5. Insufficient wash stations
The fun part of restaurant kitchen design is the cooking and prep areas, not the cleanup stations. But if you don’t carefully think through your needs, you’ll end up with piles of dirty dishes and nowhere to put them. Or even worse, nowhere to put the clean ones! Wash stations should be located near the kitchen entrance for ease of dropping off dirty dishes, and also near the service area to avoid double-handling. When planning the size of drain boards, racks and landing tables, take into account the volume of cutlery, dishes, glasses and trays that will accumulate throughout your busiest day, as well as capacity of dishwashers. Be sure to include a sorting area and space to put clean items.
6. Failing to plan for refuse
Speaking of the non-sexy part of restaurant kitchen design, don’t forget to plan adequate space near the kitchen for trash and recycling. If the trash area is too small or too far away, you’ll end up with trash where it doesn’t belong, or having to empty it constantly.
7. Inadequate or poorly-located service and holding areas
Your food service areas, including holding areas for hot and cold food items that are ready for serving, are frequently underestimated and need to be carefully planned. Otherwise, you end up with backups in the kitchen. Think through how much space is needed for your busiest periods. Also, your restaurant kitchen design should place food service areas close to the final cooking process to avoid double-handling of plates.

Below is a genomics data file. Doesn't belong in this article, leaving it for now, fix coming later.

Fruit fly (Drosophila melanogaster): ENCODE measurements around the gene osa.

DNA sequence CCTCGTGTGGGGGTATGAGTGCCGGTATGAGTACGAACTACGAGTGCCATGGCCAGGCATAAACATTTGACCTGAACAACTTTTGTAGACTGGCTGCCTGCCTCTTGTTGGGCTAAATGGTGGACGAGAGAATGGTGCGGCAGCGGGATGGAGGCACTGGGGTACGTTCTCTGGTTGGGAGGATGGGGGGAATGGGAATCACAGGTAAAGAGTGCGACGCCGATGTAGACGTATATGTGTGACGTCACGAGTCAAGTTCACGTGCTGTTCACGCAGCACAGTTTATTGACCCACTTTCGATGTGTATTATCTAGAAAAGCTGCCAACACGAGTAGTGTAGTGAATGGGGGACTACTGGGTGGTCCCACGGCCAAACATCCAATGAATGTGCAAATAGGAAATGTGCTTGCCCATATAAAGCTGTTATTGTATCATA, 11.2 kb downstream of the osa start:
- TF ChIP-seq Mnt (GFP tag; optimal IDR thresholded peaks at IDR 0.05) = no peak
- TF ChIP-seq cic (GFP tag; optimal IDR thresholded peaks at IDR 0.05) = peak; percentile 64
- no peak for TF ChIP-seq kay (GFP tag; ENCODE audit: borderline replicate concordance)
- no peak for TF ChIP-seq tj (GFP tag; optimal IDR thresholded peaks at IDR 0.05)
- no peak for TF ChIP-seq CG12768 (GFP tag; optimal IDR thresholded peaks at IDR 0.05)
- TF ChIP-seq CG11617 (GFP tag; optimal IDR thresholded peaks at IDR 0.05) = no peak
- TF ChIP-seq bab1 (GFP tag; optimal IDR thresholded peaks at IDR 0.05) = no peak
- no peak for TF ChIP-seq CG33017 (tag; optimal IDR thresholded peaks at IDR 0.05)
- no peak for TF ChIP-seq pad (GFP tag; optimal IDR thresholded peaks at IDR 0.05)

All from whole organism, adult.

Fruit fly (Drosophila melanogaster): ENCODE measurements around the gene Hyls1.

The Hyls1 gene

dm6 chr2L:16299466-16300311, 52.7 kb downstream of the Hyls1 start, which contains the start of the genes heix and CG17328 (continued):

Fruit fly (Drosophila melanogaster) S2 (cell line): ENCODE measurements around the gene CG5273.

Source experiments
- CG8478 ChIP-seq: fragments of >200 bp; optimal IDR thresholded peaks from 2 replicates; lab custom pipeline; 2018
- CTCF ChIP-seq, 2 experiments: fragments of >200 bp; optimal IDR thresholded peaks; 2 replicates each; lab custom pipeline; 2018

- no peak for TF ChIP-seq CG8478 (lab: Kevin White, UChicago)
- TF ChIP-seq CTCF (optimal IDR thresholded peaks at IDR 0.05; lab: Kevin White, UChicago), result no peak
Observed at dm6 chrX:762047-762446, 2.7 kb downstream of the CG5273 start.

8. Poorly designed delivery areas
Set up a delivery zone with a large enough door to handle large items, and located close to storage areas to avoid having delivery personnel walking through your kitchen and service areas. You may want your restaurant kitchen design to include a check in desk and a computer at the delivery door to speed the process of accepting deliveries.
9. Not enough storage
Have you ever accepted a delivery and realized you didn’t have enough space to store everything you just got? Is that delivery included perishable food, you just wasted a lot of money. Be sure to plan for minimum delivery requirements as well as future growth when you buy refrigeration equipment and plan for dry storage spaces in your restaurant kitchen design.
10. Failing to plan for equipment maintenance
An important part of planning a restaurant kitchen design is planning to keep everything working efficiently on a day to day basis. That’s why restaurant owners need to plan for regular maintenance of their mission-critical equipment. Doing so ensures safe cold and frozen food storage since you can be sure food is held at the right temperatures. Maintenance also prevents breakdowns that can disrupt your business.
Even before you open, enlist the help a service provider that can handle all your refrigeration, kitchen equipment and HVAC service. One provider saves you time and gives you a single point of contact when you need service in a hurry. Here’s another tip: you’ll get the best pricing with a maintenance contract. Learn more about refrigeration maintenance and how it saves you money with this free guide to Refrigeration Preventive Maintenance Contracts: How to Find the Right One for Your Food Service Operation.